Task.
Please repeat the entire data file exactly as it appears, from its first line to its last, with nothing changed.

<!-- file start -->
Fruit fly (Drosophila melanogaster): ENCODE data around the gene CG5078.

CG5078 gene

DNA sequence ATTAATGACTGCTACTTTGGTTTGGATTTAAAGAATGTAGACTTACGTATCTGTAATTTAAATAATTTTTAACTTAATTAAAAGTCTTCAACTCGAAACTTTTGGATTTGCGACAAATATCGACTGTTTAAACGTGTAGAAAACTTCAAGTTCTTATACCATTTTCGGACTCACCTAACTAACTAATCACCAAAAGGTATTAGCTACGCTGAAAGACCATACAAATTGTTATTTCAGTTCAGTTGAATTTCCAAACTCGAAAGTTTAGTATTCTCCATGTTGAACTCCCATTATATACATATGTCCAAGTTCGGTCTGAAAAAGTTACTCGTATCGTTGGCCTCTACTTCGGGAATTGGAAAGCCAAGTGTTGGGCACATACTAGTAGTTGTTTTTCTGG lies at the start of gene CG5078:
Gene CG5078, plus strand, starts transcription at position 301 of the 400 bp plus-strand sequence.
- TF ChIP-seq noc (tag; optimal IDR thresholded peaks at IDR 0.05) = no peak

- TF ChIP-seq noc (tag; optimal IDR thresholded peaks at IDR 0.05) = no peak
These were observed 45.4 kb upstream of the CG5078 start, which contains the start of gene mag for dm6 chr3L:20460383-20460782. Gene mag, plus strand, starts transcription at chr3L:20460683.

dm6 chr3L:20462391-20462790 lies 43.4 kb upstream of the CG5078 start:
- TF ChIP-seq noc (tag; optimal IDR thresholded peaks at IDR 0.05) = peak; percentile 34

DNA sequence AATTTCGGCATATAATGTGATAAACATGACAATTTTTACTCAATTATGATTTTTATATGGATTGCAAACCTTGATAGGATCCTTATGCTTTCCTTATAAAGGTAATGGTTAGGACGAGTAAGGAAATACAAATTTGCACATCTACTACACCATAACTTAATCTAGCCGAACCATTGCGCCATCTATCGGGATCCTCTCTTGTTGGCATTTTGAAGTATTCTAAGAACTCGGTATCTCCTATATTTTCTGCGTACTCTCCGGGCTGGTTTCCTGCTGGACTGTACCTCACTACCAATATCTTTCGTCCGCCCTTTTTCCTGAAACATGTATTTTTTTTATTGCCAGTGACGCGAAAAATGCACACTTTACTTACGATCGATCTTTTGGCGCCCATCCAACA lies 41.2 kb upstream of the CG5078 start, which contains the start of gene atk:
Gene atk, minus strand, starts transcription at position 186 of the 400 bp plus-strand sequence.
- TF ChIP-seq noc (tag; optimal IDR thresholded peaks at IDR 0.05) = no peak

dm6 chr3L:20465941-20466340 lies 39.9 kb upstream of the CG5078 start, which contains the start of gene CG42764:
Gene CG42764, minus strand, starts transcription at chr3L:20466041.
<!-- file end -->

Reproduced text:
Fruit fly (Drosophila melanogaster): ENCODE data around the gene CG5078.

CG5078 gene

DNA sequence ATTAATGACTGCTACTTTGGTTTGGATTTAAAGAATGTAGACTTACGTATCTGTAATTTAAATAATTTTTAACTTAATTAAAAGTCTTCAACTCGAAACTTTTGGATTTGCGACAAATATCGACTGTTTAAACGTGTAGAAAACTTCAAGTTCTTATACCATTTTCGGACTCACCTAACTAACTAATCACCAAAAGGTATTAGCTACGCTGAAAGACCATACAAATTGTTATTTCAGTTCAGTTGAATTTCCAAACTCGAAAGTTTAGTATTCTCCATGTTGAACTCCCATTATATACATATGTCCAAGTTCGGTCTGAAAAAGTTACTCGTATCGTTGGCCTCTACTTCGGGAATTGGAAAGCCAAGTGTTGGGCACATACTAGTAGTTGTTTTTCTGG lies at the start of gene CG5078:
Gene CG5078, plus strand, starts transcription at position 301 of the 400 bp plus-strand sequence.
- TF ChIP-seq noc (tag; optimal IDR thresholded peaks at IDR 0.05) = no peak

- TF ChIP-seq noc (tag; optimal IDR thresholded peaks at IDR 0.05) = no peak
These were observed 45.4 kb upstream of the CG5078 start, which contains the start of gene mag for dm6 chr3L:20460383-20460782. Gene mag, plus strand, starts transcription at chr3L:20460683.

dm6 chr3L:20462391-20462790 lies 43.4 kb upstream of the CG5078 start:
- TF ChIP-seq noc (tag; optimal IDR thresholded peaks at IDR 0.05) = peak; percentile 34

DNA sequence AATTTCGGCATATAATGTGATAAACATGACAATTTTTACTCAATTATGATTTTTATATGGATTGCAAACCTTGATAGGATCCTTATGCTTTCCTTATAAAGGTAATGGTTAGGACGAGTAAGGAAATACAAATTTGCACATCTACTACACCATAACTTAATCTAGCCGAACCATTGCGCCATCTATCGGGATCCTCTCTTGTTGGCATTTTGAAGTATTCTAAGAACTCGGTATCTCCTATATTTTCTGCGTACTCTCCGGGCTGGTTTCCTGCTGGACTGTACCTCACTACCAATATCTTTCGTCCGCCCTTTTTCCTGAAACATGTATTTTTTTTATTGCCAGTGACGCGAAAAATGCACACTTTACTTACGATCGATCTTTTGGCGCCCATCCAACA lies 41.2 kb upstream of the CG5078 start, which contains the start of gene atk:
Gene atk, minus strand, starts transcription at position 186 of the 400 bp plus-strand sequence.
- TF ChIP-seq noc (tag; optimal IDR thresholded peaks at IDR 0.05) = no peak

dm6 chr3L:20465941-20466340 lies 39.9 kb upstream of the CG5078 start, which contains the start of gene CG42764:
Gene CG42764, minus strand, starts transcription at chr3L:20466041.